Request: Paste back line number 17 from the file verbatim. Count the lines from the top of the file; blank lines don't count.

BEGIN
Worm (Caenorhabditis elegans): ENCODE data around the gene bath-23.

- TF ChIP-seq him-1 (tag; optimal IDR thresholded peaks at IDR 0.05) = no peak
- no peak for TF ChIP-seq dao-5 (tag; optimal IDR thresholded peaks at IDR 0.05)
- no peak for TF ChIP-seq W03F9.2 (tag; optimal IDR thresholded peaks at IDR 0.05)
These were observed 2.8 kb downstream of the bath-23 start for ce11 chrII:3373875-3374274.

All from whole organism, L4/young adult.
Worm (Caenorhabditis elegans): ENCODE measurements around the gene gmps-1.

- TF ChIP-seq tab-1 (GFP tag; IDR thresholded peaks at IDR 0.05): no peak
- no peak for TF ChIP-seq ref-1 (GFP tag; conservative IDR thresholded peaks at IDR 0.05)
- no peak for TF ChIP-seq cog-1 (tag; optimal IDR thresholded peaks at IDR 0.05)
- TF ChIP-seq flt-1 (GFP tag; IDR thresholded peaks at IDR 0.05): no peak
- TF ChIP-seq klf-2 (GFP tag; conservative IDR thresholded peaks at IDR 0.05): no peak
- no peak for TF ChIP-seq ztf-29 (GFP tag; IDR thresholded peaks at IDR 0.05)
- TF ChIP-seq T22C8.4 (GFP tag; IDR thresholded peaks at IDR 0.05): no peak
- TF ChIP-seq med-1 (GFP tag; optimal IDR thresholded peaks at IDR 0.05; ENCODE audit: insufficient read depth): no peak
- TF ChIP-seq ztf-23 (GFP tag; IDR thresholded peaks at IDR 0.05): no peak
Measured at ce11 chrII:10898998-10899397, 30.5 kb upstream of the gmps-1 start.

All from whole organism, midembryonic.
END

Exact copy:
Measured at ce11 chrII:10898998-10899397, 30.5 kb upstream of the gmps-1 start.